EUROPEAN Union securities regulators last week put out a paper on creating a central disclosure system — but with so many vested interests to placate it seems implausible that investors will soon have a single gateway to EU securities filings.
Rather than create a central database that all issuers in Europe must submit their disclosures to – a model many financial analysts and institutional investors prefer -– the Committee of European Securities Regulators (CESR) wants to maintain the current system of 29 separate databases but introduce common standards to make them searchable.
Progress towards developing an integrated European securities filings network has been slow. Currently, a website has been established where investors can view a list of all companies and then link to the homepage of the national OAM that has jurisdiction over the company. The CESR accepts that this approach is rudimentary and has poor usability.
Now the Paris-based CESR says its national members favor making it possible to search all of the national securities filings repositories, called OAMs (Officially Appointed Mechanisms), through a central access point — something like a financial Google.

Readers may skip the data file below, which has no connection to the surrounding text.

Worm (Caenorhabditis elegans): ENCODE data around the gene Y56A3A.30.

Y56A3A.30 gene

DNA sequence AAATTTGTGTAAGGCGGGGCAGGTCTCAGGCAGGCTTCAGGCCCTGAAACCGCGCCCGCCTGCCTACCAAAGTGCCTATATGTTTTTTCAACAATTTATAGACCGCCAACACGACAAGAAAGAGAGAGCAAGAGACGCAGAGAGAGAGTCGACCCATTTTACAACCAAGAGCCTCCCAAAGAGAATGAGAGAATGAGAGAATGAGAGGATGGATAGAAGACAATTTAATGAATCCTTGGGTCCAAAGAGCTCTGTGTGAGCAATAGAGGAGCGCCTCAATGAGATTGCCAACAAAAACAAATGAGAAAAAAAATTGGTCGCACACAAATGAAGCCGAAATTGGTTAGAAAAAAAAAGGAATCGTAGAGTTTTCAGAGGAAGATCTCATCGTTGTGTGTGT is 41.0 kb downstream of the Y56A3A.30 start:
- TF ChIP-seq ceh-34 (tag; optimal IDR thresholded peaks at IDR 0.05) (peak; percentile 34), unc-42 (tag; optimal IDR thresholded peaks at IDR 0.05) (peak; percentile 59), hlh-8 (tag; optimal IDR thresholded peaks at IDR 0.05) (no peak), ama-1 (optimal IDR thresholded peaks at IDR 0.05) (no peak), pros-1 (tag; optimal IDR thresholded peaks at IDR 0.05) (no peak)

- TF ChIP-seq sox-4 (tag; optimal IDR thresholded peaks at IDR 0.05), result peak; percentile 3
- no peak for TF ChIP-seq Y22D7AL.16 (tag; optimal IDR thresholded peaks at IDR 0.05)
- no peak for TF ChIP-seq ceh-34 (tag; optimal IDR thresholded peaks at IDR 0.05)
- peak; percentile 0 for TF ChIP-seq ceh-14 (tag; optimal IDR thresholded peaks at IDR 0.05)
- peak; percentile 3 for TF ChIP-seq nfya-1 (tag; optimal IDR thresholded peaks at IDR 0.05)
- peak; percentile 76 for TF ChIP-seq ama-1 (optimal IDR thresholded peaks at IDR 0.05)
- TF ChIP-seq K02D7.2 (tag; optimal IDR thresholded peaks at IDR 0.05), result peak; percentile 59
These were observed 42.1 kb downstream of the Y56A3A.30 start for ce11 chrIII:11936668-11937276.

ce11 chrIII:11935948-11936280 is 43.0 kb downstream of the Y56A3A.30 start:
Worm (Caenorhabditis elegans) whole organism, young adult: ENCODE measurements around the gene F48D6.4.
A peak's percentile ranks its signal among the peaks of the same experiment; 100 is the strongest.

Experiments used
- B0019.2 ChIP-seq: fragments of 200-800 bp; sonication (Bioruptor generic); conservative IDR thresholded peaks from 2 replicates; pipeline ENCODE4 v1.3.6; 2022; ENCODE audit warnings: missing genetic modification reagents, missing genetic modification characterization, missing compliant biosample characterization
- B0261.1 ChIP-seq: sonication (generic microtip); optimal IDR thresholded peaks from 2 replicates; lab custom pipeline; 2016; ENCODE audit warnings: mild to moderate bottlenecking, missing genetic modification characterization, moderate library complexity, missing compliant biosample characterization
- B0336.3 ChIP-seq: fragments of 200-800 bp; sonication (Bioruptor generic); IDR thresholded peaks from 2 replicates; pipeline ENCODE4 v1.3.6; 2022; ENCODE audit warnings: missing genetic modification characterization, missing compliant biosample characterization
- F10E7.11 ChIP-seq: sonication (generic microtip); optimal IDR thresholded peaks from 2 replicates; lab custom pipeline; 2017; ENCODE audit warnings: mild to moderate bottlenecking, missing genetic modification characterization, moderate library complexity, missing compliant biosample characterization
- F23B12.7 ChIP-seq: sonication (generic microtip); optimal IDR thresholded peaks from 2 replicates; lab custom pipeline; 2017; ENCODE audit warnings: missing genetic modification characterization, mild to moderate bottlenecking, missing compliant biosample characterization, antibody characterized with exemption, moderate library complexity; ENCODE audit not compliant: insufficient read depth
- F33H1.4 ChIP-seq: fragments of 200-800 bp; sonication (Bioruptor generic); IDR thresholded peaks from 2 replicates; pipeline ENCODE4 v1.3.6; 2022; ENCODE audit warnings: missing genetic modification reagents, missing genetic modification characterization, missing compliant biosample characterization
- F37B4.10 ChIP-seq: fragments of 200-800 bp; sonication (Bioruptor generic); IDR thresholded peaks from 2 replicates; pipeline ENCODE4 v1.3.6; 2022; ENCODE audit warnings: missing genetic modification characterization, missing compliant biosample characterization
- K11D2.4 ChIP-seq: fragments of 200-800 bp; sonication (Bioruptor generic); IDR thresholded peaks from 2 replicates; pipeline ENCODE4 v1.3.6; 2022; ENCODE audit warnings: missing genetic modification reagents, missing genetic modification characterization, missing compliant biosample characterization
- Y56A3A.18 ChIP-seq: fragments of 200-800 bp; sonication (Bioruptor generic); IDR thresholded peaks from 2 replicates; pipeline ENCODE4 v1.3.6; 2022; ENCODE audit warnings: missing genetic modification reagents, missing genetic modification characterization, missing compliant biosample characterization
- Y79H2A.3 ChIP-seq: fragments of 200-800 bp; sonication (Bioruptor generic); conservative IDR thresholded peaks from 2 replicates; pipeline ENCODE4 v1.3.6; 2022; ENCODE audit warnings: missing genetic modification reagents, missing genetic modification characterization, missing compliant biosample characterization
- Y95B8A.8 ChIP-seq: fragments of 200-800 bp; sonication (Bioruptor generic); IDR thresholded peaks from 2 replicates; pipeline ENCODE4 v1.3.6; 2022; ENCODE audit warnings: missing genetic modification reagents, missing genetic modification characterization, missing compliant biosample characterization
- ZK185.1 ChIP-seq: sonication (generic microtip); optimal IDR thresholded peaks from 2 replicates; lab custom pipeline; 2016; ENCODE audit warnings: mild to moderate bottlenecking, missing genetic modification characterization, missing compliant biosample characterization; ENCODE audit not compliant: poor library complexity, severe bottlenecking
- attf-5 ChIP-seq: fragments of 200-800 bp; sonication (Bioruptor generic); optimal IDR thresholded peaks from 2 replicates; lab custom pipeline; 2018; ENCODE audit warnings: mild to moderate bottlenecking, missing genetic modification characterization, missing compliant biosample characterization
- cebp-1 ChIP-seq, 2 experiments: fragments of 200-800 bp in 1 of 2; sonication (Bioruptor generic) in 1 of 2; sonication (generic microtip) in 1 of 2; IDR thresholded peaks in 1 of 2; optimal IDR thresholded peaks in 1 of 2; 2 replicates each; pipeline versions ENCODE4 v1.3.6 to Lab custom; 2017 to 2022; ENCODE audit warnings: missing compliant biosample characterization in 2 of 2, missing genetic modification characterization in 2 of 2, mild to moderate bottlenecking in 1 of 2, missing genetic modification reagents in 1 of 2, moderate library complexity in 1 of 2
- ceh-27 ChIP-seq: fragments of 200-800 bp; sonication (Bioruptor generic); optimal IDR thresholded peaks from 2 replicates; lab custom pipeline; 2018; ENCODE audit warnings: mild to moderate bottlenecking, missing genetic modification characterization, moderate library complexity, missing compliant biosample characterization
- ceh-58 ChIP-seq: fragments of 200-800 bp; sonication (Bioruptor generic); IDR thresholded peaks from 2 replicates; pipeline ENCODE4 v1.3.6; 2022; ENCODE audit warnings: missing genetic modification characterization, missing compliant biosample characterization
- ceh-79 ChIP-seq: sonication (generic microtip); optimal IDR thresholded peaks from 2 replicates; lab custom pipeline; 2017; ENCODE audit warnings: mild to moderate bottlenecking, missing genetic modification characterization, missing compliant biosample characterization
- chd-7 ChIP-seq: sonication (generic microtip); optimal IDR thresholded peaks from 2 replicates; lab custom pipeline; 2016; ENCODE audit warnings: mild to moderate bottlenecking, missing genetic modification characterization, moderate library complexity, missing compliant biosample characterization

But it admits that this approach would be more difficult and more expensive than simply building a new pan-European database. It also says that while it prefers building a search engine, it isn’t clear how it will do this because the committee is “still analyzing different technical solutions.”
All 27 EU states have set up their own regulatory databases, but the CESR notes that some are “still operated on basis of an interim solution.” While all provide free access to raw information, some earn revenues by charging end users for feeds and other services.
A central EDGAR-style database for Europe presents a threat to national OAMs because it could compete with them by selling its own, more complete feed.
Too quick to reject company websites
It’s interesting to note that in its deliberations, the CESR has largely ignored the recommendations of a December 2009 consultant’s study the EU commissioned to probe market participants’ views on the implementation of the Transparency Directive.